Ice Age Tents

Reconstructions of Ukrainian shelters depict a low domical shape covered with animal skins and the tent is restrained by heaped mammoth bones. Later shelters are crude teepees reminiscent of those used by present day reindeer herders in Northern Asia.

Paleolithic Siberian hunters were forced to abandon their spacious semi- subterranean dwellings for lighter portable shelters by the warming of the climate. A type of light surface dwelling such as a conical structure covered with tree bark or skins is indicated by the remains unearthed at campsites at the mouth of Malaya Munku River where it joins the Lena.

The conical tent is dispersed over a vast area extending from Arkhangelsk in the west to the Omolon river in the east. It is found among the mountain peoples of the Sayan region, the independent peoples along the Yenisey, the southern Turkish peoples, the cattle and deer herding Yakuts, Tungus-Manchurian peoples, all the Evenki and Eveni groups and some Palaeo-Asiatic peoples. The conical tent is found in use among tribes who derive their livelihood by hunting or herding reindeer and who live in boreal forest areas for at least part of the year, and while the conical tent is widely associated with the reindeer Tungus, it is shared by Turks, Samoyed, Finn and some Northern Mongolian tribes.

The conical tent is essentially a primitive dwelling used by peoples at the hunting stage of culture. It is retained as a summer dwelling by many nomadic or semi-nomadic herders and even by some sedentary agricultural tribes. These tents may have provided the prototypes for tents in North-Eastern Europe and North America.

The construction of the pole frame and the material used to cover it, but not the form, is exceptionally uniform throughout Siberia. The most significant differences are the types of primary support structure, the method of securing the upper ends of the poles at the peak, the type of frame used to suspend the cooking vessels over the hearth and its degree of integration with the primary support structure and the material pattern and means of securing the tent sheet to the frame.

The types of tent covers used differ between Northern and Southern Siberia: in the north three separate strips of soft tanned reindeer skins are fastened to the poles with leather thongs and in the south the frame is covered with birch bark softened by boiling before it is sewn together. The cooking frame used for suspending kettles and pots over the central hearth is rarely encountered outside Siberia.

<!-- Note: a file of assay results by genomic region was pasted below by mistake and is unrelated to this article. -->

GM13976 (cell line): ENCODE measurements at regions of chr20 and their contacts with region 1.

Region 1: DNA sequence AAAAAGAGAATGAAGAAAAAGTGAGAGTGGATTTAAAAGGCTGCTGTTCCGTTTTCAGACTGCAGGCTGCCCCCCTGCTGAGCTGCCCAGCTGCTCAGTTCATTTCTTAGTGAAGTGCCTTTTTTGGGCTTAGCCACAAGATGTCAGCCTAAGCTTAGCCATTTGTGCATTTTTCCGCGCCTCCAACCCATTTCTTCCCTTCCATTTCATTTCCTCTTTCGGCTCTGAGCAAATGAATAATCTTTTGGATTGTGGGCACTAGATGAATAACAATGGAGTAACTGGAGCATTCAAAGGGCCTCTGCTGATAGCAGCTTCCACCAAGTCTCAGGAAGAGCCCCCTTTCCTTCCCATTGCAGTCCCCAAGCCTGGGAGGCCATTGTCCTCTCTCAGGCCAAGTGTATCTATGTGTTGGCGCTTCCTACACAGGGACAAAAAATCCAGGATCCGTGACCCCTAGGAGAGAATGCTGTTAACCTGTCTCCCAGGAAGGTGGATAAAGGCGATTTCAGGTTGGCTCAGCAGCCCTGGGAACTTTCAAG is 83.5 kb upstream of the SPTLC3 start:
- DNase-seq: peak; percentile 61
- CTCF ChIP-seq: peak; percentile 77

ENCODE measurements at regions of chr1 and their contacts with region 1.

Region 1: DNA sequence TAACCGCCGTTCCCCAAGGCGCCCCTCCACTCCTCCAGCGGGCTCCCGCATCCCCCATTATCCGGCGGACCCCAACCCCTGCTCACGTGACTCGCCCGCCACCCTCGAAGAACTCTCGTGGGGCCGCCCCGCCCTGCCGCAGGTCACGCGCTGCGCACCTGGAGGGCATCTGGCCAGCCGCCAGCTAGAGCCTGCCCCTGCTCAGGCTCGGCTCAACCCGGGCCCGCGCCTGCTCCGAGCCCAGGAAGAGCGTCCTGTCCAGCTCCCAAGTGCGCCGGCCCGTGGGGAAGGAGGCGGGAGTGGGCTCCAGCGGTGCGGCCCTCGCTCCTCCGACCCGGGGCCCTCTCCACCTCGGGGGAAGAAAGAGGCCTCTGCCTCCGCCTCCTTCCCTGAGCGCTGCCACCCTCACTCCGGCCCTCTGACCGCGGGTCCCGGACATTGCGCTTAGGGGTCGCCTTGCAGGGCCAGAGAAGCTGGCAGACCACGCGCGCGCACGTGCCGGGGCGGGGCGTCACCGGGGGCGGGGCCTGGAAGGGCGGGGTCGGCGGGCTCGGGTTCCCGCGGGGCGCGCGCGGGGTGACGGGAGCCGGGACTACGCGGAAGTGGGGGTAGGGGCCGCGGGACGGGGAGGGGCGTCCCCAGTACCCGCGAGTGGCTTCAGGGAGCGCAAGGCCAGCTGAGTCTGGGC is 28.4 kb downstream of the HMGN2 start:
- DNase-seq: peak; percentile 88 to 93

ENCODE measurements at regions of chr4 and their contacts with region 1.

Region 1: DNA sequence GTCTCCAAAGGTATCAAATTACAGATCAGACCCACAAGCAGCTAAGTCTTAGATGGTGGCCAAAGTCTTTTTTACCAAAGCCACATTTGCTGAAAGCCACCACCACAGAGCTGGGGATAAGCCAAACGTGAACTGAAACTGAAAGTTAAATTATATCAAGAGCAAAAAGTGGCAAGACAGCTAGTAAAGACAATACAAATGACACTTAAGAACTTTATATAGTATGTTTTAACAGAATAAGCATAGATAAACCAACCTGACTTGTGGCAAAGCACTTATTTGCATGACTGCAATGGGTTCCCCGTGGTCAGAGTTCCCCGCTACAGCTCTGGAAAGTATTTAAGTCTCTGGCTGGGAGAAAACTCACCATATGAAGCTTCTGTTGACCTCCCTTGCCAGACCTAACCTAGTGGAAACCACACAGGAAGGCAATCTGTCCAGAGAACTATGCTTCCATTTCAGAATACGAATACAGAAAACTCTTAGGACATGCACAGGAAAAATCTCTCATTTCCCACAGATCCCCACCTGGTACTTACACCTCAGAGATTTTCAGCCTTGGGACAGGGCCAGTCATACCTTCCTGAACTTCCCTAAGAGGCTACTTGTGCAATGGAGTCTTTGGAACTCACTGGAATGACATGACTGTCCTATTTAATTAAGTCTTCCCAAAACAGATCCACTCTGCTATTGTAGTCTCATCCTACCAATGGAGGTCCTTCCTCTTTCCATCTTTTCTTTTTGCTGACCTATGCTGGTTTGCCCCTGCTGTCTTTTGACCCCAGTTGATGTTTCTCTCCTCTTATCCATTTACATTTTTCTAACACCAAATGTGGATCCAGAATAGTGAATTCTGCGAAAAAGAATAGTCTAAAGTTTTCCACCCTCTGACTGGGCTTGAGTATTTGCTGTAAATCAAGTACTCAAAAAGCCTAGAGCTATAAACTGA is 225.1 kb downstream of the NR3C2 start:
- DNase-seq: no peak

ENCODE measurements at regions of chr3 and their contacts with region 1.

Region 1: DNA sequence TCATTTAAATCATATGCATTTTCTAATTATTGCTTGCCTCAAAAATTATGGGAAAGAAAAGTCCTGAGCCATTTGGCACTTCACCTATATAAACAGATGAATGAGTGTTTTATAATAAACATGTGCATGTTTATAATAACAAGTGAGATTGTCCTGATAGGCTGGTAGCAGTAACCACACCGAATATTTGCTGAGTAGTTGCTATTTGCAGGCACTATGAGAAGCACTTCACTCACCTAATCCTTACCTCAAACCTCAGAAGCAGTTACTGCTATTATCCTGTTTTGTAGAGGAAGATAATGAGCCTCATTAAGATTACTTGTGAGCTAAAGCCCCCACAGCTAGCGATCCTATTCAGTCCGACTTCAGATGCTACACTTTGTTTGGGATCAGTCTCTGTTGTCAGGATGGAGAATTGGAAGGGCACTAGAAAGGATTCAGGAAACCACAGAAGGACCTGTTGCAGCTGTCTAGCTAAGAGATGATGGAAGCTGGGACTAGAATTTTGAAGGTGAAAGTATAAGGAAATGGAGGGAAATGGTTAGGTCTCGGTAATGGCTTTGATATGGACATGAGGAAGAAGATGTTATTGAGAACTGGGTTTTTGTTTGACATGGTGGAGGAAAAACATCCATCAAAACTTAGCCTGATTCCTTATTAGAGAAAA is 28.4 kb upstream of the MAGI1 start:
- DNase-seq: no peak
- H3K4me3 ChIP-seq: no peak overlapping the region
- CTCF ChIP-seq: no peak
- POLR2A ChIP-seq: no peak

The support structure of the Keti is of particular interest because it consists of a two- pole foundation with two additional poles, one on either side of the entrance, a single pole at the back and two rings, one at bench height and another at head height.

The entrance and back pole arrangement of the Keti tent frame is reminiscent of the Lapp arch-post conical tent. Intermediate rings are also found in the western type Eskimo tent.

Cylindro-conical or compound tents are a natural development of conical tents. More than half of the compound tents in Northeastern Siberia belong to two Siberian Americanoid peoples, the Chukchee and Koryaks, deer herders, who form a single ethnic group with a common origin. Being isolated their tents developed independently from those that are related to the Mongolian type.

A central foundation structure of from four to six poles is retained in the tents belonging to the Eveni. These are notably more advanced and this is particularly apparent in the rationalized wall framing which anticipates the lattice wall of the Turkic and Mongolian compound tents.

The Northeastern Siberian compound tents are covered with reindeer skins and occasionally with birchbark, the winter tents of the Chuckchee and Koryak are sheathed with heavy reindeer skins, and those of the Eveni and Tundra Yukaghir are invariably covered with dressed skins without the hair.

If the Lapps are an off-shoot of the Samoyed or Ugrian tribes of Siberia then it is likely that their conical tents derived from a Samoyed or Siberian prototype. The conical Lapp tents have many features in common with Siberian tents and these similarities are particularly marked in the arched-post and Keti conical tents.

The Scandinavian Lapps to the west of Siberia use two types of conical tent. The conical Lapp tent incorporates a three-pole foundation found all over the arctic, but the arched-post conical tent peculiar to the fully nomadic Lapps, has a remarkable support structure consisting of two pairs of curved poles forming arches and connected by a ridge pole and cross braces.

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